|Industry Fashion design|
Area served Worldwide
|Number of locations Paris, London|
Founder Charles Frederick Worth
The House of Worth was a French house of high fashion that specialized in haute couture, ready-to-wear clothes, and perfumes. The historic house was founded in 1858 by designer Charles Frederick Worth. It continued to operate under his descendants until 1952 but finally closed in 1956. The House of Worth brand was revived in 1999.
The Historic House of Worth
Charles Frederick Worth opened his own design house in 1858, in partnership with Otto Bobergh in Paris at 7 Rue de la Paix. He had previously worked at Swan & Edgar Ltd and Lewis & Allenby in London and at Maison Gagelin in Paris. It was at Gagelin where he first established his reputation as a dressmaker. In the 1850s, his designs for Gagelin won commendations at Universal Expositions in London and Paris.
While Worth was still at Gagelin, the house had supplied the trousseau for the newly married Empress Eugénie. After opening his own house, he was introduced to the Empress and appointed court designer. Her patronage increased his reputation and business success. He dressed leading performers of the day: Sarah Bernhardt, Lillie Langtry, Jenny Lind, and Nellie Melba. Worth also created unique special-event pieces for his best clients, such as masquerade ball costumes and wedding dresses.
Worth was known for preparing several designs for each season, which were then shown by live models. Clients would make their selections and have them made to their own measurements in his work rooms. His designs incorporated elegant fabrics, detailed trimming, and superb fit. Wealthy women in the 19th century had four changes of dress during the day, and many clients would purchase their entire wardrobes from Worth.
In 1871, Worth dissolved his association with Bobergh. His design and promotional talents had made the House of Worth a highly successful international business. Upon Worth's death in 1895, sons Gaston-Lucien (1853–1924) and Jean-Philippe (1856–1926) assumed the business.
In 1924, with the House now operated by grandson Jacques Worth, it ventured into the perfume market. The company's first fragrance, developed by perfumer Maurice Blanchet, was Dans La Nuit. Glassmaker René Lalique was commissioned to design the bottle. Les Perfumes Worth was established as a separate business and launched more than 20 fragrances between 1924 and 1947.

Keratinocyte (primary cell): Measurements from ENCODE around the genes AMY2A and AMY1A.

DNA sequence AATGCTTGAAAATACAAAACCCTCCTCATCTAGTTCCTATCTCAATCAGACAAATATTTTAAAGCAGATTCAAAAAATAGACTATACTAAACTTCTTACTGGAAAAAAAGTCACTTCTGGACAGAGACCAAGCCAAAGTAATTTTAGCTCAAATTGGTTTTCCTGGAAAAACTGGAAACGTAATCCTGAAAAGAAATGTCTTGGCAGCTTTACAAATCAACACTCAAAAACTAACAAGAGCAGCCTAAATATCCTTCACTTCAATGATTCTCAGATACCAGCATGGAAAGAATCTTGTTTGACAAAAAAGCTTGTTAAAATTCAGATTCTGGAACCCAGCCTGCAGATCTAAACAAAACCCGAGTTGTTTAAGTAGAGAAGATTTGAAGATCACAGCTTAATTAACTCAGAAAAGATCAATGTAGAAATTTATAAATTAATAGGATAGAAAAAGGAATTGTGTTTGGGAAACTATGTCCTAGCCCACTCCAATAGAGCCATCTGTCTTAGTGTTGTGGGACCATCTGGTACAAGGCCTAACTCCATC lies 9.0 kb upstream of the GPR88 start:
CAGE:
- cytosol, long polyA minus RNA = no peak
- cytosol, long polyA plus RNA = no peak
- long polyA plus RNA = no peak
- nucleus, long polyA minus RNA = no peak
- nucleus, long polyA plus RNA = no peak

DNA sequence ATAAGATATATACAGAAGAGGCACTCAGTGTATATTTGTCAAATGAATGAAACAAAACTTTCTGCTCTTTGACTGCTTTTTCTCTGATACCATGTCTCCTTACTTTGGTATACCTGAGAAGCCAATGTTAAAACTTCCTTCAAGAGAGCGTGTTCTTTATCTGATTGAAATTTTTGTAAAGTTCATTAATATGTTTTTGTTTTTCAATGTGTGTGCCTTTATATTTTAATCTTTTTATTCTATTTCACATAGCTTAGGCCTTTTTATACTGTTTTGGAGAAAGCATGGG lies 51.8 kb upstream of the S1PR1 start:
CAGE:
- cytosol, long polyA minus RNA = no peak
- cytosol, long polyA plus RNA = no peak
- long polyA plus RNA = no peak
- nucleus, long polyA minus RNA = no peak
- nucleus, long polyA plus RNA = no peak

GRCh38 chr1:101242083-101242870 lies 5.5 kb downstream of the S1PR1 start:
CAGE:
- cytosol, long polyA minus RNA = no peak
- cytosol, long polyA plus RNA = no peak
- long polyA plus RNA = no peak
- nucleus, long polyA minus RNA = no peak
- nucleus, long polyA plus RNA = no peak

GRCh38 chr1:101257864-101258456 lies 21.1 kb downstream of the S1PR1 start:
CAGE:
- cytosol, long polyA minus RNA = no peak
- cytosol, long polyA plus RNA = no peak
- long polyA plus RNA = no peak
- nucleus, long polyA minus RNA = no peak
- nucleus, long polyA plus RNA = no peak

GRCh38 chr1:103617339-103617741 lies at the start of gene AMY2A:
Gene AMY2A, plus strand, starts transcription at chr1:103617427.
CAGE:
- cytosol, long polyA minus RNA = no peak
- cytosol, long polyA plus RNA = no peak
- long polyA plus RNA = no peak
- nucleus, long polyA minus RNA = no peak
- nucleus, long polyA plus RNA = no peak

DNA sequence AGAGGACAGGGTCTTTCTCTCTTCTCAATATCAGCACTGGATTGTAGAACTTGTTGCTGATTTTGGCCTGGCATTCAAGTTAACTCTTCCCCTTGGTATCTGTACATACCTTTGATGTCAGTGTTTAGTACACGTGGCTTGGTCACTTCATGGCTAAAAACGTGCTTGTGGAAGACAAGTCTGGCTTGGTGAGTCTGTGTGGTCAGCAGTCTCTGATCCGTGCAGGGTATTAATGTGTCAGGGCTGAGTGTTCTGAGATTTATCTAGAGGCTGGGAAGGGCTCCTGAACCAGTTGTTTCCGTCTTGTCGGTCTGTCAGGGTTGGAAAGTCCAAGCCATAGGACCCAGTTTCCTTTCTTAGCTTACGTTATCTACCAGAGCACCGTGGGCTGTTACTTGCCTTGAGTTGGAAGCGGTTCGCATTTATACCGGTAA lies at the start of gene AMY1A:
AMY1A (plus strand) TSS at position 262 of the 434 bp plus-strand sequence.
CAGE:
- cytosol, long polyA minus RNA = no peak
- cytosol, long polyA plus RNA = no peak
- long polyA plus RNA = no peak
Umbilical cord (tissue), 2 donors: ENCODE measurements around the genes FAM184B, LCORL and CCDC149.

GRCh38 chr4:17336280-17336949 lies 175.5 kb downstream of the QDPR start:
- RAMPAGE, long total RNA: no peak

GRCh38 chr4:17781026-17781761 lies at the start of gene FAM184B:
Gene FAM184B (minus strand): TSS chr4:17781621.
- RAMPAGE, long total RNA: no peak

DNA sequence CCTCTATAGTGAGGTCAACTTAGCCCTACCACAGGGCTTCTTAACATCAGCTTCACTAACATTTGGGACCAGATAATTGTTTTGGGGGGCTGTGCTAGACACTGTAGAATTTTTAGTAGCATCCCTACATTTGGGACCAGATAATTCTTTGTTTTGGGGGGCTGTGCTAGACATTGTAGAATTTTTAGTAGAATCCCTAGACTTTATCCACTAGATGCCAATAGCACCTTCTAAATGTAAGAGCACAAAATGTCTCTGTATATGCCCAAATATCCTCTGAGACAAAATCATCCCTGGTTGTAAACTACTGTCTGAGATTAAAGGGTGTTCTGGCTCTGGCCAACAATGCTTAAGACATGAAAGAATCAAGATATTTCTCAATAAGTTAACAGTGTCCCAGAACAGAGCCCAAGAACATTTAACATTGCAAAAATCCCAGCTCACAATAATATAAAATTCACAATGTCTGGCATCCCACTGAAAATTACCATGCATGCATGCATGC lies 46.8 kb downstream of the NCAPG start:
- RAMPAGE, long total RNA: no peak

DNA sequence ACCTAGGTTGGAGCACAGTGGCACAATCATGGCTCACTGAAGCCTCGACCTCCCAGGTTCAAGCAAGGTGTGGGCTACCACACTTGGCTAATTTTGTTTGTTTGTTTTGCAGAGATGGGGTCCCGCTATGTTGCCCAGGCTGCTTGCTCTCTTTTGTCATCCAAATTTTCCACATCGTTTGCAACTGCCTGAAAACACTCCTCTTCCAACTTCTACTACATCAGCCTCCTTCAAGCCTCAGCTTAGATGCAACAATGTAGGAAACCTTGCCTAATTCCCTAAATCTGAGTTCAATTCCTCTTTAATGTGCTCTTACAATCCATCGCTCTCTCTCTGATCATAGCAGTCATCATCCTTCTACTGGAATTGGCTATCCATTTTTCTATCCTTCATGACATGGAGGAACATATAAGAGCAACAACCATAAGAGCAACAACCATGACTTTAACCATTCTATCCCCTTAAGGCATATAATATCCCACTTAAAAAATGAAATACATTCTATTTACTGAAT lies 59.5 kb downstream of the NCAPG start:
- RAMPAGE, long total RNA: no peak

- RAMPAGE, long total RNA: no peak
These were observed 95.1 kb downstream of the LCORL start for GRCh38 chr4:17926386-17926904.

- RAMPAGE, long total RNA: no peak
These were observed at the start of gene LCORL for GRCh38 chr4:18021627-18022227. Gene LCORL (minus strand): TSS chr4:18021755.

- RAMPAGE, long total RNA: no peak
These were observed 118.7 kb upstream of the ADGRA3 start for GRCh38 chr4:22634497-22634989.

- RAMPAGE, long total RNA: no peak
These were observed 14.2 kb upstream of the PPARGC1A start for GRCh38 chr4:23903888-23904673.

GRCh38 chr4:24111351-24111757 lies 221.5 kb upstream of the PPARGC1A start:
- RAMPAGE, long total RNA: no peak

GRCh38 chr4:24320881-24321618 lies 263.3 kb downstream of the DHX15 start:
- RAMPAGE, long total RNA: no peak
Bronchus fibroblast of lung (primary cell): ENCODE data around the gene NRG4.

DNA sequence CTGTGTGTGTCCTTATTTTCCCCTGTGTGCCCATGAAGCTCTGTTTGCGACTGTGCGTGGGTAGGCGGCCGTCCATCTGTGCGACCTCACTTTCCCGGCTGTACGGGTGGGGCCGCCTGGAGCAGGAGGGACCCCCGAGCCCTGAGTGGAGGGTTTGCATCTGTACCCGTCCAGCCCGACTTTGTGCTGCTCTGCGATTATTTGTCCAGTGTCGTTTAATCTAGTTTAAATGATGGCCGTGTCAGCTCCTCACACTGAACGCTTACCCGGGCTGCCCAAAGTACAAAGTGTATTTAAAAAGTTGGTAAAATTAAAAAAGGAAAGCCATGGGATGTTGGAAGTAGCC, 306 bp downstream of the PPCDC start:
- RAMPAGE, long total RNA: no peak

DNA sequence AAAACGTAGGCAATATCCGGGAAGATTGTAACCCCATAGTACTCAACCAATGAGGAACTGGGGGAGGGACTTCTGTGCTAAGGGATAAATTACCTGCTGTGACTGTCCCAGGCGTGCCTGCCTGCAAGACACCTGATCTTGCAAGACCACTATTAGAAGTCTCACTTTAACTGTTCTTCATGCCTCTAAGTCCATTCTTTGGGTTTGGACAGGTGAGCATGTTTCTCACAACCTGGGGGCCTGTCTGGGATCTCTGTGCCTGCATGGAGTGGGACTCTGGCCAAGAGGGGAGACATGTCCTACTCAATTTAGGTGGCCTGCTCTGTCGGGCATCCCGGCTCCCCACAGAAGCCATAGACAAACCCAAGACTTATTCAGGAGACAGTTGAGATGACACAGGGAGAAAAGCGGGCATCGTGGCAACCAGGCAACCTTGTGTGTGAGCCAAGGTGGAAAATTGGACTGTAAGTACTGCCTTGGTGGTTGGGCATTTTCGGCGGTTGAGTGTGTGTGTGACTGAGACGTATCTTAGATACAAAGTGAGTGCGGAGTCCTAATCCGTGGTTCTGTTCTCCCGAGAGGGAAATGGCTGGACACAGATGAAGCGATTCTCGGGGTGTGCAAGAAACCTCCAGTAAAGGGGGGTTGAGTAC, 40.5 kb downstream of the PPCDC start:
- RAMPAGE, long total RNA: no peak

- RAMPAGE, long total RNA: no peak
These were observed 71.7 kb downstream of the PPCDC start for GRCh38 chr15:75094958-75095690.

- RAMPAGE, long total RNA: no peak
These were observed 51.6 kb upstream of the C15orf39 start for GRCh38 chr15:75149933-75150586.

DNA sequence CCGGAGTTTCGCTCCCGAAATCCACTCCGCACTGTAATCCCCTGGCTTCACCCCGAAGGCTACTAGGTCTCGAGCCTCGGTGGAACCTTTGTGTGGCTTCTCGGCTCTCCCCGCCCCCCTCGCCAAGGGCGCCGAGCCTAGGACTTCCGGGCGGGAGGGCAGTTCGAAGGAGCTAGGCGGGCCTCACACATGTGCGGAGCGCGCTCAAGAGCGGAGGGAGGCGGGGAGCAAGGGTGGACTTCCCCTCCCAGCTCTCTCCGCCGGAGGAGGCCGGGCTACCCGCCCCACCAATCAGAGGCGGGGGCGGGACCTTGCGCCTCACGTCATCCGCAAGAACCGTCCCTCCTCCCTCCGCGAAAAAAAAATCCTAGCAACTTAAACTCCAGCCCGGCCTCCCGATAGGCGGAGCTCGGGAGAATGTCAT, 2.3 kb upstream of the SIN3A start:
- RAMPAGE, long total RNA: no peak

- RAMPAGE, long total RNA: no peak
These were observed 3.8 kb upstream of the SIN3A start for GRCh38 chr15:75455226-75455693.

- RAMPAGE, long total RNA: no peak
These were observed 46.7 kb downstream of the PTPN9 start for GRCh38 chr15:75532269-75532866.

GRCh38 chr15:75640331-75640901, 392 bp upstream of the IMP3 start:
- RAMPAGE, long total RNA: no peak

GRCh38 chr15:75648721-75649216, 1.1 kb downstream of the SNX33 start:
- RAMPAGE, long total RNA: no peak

The house remained successful under Worth's descendants but faced increasing competition. In 1950, the House of Worth was taken over by the House of Paquin. In 1952, the Worth family influence ended with the retirement of great-grandson Jean-Charles (1881–1962). In 1956, the house shut down the couture operations. From 1968, House of Worth was owned by London furrier Sidney Massin (owner of Massin Furs in Wigmore Street), who put it up for sale in 1987 for £750,000. The buyer would own the rights to the brand names the House of Worth, Worth Limited, and Miss Worth and the Worth trademark.
After the closure of the Paris couture house, Les Perfumes Worth was bought by Société Maurice Blanchet. It was sold in 1992, to David Reimer and became part of International Classic Brands. It was acquired by Lenthéric in 1999 and was then part of Shaneel Enterprises, Ltd.
The Revived House of Worth
In 1999, the House of Worth brand was revived by entrepreneurs Dilesh and Hitesh Mehta. The fashion and perfume intellectual properties were consolidated from the original firm's various family and corporate descendants into a single corporate entity. Giovanni Bedin became its principal designer after previously working for Karl Lagerfeld and Thierry Mugler.
An attempt was made to revive the couture operation with the first new collection presented for the Spring/Summer 2010 seasons. The look updated and modernized Edwardian corsets which were elaborately decorated with lace and feathers. The voluminous crinolines of the past century were now ballerina-like skirts of tulle netting. The short (65 cm) skirts would also be featured in subsequent couture collections. The following year the house introduced its first prêt-à-porter collection, which was to be sold in the United States under the label Courtworth. The renewed couture effort, however, was not successful, and the house did not present collections after the Fall/Winter 2013 season.
The revived house continues to produce perfumes. It reissued Dans la Nuit (2000) and Je Reviens (2005) in reformulated versions. It also introduced new scents Je Reviens Couture (2004), W Superbe, Joyeause Retour, and Courtesan.